A physician experienced in diagnosing birthmarks can tell you whether your child has CMTC just by examining the affected area. If your child’s doctor suspects another condition might also be present, she may recommend an imaging study such as the following:

    • x-ray: An x-ray is usually the first procedure performed; it gives your child’s doctor information regarding the need for further testing.
    • magnetic resonance imaging (MRI): This high-resolution scan allows the doctor to detect any related abnormality in your child’s muscles, nerves, bones and blood vessels.

    When should I consult a vascular anomalies specialist?

    We advise consulting a vascular anomalies specialist in a few situations:

    • if your child’s birthmark seems to be growing
    • if your child has any pain or bleeding from the birthmark
    • if your child’s birthmark appears on her face

    If your child has CMTC in conjunction with knee, hip or leg pain, this can be a sign that her legs are growing at different rates. While she may not require treatment for this, it’s important to keep an eye on the condition.

  • At Boston Children's Hospital, we consider you and your child integral parts of the care team and not simply recipients of care. You and your care team will work together to customize a plan of care for your child.

    Undoubtedly, you were distressed when your child was diagnosed with cutis marmorata telangiectatica congenita (CMTC). That's understandable—every parent wants their child to be healthy. But we can't emphasize enough that most of the time CMTC won't cause any other problems for your child.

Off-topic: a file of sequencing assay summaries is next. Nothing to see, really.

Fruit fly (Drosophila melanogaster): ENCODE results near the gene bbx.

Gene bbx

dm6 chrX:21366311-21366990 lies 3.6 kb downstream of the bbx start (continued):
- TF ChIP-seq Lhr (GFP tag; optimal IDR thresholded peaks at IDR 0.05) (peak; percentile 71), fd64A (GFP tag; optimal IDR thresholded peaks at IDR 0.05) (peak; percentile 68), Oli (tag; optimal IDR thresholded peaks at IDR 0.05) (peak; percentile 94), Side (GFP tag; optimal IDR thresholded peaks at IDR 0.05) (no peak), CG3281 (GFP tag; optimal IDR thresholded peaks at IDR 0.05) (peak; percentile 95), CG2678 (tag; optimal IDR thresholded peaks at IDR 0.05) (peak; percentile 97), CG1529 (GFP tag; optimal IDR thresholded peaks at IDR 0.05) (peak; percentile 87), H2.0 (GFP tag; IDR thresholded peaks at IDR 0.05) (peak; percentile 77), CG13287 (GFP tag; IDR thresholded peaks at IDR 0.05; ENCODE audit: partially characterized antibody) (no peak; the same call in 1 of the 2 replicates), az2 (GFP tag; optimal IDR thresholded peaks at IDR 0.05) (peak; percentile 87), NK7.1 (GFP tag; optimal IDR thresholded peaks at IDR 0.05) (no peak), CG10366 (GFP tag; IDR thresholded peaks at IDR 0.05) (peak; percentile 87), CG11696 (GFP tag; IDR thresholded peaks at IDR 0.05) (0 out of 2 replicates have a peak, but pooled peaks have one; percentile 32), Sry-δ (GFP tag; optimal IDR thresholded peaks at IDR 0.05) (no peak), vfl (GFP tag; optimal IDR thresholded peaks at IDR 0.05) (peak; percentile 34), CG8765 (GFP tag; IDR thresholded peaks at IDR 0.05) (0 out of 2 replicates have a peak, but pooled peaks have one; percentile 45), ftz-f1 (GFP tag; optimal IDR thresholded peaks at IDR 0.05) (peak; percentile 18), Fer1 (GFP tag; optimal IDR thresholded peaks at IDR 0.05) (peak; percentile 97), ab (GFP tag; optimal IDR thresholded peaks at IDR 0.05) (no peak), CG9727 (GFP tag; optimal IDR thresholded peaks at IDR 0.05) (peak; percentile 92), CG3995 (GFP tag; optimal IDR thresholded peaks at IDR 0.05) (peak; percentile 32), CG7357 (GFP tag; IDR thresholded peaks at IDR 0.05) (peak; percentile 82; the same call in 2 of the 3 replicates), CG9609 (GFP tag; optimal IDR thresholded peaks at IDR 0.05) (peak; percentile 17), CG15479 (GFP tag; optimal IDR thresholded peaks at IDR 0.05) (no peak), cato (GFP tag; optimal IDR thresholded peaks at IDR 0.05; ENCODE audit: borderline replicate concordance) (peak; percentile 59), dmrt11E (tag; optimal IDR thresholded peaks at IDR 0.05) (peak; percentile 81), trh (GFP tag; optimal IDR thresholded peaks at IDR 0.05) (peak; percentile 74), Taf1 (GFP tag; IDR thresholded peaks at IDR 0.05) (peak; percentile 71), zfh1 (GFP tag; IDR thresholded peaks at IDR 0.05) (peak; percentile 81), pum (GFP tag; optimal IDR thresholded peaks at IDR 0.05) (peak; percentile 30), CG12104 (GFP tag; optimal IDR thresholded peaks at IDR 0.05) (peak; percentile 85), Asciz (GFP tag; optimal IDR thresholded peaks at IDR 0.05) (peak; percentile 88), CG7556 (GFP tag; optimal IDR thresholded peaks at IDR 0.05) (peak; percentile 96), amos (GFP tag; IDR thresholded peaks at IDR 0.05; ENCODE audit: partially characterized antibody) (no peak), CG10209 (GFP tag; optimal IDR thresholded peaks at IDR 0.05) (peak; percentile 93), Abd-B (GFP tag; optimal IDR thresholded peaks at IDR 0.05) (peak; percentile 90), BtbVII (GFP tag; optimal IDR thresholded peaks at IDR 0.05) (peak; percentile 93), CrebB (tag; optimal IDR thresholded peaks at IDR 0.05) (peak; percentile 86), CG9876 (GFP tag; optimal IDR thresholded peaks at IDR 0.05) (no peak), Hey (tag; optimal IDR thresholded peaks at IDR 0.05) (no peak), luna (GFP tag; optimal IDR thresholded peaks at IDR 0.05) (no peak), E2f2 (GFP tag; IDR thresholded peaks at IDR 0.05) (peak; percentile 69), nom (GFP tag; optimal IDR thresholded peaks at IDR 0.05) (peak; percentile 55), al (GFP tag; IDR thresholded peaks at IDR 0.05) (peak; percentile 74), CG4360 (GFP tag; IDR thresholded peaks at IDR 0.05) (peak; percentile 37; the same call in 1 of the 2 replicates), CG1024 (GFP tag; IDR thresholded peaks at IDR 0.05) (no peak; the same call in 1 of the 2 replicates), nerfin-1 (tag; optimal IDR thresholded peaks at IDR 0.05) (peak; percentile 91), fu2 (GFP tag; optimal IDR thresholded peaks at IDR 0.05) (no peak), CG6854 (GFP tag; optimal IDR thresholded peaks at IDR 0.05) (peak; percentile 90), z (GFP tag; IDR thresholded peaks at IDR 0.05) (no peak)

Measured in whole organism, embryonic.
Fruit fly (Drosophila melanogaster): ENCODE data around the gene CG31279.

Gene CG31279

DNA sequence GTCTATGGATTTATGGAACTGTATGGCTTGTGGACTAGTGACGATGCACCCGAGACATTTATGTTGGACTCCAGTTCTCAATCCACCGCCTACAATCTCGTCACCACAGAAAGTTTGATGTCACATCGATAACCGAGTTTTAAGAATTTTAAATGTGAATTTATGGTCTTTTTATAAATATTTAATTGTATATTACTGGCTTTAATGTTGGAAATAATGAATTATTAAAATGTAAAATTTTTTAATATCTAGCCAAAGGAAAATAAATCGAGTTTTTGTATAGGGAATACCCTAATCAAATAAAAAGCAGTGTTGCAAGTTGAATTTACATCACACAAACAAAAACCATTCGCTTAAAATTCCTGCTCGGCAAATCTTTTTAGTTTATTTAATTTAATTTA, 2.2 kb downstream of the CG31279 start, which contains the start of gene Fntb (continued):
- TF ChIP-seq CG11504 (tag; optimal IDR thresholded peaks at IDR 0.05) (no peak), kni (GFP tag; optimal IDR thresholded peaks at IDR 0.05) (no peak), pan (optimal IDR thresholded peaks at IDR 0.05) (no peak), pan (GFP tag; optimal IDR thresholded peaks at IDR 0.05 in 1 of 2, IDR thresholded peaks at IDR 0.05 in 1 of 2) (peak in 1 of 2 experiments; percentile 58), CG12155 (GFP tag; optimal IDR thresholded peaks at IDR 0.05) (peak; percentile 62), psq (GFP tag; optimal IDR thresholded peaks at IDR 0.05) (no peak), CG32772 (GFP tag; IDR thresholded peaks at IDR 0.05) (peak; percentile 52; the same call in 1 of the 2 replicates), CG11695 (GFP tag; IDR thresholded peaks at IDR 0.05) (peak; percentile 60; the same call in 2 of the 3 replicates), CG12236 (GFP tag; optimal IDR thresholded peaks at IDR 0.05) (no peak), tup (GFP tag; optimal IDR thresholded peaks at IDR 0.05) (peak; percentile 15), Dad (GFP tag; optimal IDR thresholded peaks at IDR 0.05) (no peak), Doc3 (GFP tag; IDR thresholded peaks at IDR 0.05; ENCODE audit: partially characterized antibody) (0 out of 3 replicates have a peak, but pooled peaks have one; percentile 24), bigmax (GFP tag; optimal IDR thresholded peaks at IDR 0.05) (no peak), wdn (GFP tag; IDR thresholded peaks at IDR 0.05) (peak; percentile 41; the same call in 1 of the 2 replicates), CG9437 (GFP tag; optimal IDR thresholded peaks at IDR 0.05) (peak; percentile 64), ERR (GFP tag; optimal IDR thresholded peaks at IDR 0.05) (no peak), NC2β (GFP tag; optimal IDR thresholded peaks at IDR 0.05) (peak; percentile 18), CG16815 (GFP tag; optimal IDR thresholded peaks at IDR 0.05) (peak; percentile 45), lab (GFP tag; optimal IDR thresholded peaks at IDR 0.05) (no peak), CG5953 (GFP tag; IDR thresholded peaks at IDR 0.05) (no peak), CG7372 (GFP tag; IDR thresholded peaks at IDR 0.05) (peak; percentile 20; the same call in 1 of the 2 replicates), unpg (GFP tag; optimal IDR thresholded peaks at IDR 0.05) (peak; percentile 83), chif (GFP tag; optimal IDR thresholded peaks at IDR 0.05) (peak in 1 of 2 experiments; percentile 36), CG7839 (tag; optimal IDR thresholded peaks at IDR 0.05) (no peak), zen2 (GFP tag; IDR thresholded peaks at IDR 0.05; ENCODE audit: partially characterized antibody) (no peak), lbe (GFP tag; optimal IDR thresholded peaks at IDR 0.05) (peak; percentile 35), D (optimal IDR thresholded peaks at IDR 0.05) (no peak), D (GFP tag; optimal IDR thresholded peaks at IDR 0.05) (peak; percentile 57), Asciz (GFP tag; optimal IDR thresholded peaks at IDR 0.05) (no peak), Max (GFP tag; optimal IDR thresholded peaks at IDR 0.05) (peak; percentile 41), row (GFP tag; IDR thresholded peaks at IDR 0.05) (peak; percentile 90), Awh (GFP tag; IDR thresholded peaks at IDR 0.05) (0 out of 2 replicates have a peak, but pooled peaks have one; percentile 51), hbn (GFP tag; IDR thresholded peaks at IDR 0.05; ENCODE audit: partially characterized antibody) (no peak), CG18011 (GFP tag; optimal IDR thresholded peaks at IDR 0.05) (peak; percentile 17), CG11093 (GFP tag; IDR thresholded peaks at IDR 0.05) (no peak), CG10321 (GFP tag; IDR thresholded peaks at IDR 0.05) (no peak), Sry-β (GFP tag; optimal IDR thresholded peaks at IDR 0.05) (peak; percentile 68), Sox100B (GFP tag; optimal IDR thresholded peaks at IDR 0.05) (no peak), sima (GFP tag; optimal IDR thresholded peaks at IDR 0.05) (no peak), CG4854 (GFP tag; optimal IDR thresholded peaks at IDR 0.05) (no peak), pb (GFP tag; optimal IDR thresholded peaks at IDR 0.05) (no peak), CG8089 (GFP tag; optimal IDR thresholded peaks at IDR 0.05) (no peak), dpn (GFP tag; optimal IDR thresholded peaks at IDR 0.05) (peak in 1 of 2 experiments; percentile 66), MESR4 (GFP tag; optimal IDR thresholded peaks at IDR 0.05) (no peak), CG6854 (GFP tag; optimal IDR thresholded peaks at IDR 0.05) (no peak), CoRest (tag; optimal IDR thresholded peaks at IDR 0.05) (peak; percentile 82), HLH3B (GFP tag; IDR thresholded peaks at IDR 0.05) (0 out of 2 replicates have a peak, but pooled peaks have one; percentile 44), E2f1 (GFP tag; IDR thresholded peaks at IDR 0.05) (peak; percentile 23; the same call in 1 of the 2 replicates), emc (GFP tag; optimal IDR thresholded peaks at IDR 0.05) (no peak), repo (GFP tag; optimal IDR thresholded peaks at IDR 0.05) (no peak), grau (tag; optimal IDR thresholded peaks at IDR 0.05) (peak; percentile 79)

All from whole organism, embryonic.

The purple, marble-like pattern fades on its own over the first year as your child's skin matures and thickens. Your child's doctor will probably recommend observation after making sure that no other abnormalities are present.

    What are our options for cosmetic treatments?

    Having a birthmark can be psychologically or socially difficult, and you may decide that  after it's faded, you'd like to treat your child's CMTC with laser therapy.

    At Children's, we use a device called a pulsed dye laser to destroy the abnormal blood vessels (telangiectasias) that remain after the CMTC has faded. Pulsed dye laser is the gold standard of treatment for telangiectasias because it is highly effective and rarely causes any scarring.

    How does it work?

    First, the doctor “tunes” the laser to a specific wavelength of light. It produces a bright light that is absorbed by blood vessels. The abnormal blood vessels are then destroyed without damaging the surrounding skin.

    What's the treatment like?

    Your child's physician holds a wand against the skin and "pulses" the laser for about a minute. It should only take one or two treatments to destroy the blood vessels and lighten your child's skin.

    During the treatment, your child wears eye protection because laser light can potentially harm the eyes.

    Is the treatment painful?

    Not really. The laser light feels a bit like a rubber band snapping against the skin. Afterwards, your child may feel a bit of pain equivalent to a minor sunburn.

    If you're worried about your child's reaction to the discomfort, we can give her a topical anesthetic. Tylenol can also help reduce the pain.

    Are there any side effects?

    There are a few minor side effects:

    • Immediately after the treatment, your child's skin will be purple where the laser was focused.
      • This lasts for seven to 10 days.
    • As the purple fades, the treated area may still look red, but will slowly fade to normal skin color over the next few weeks.
    • In a few kids, crusting may develop in the first several days and last up to two weeks.
    • Some kids may experience a temporary brown discoloration of the skin for several months.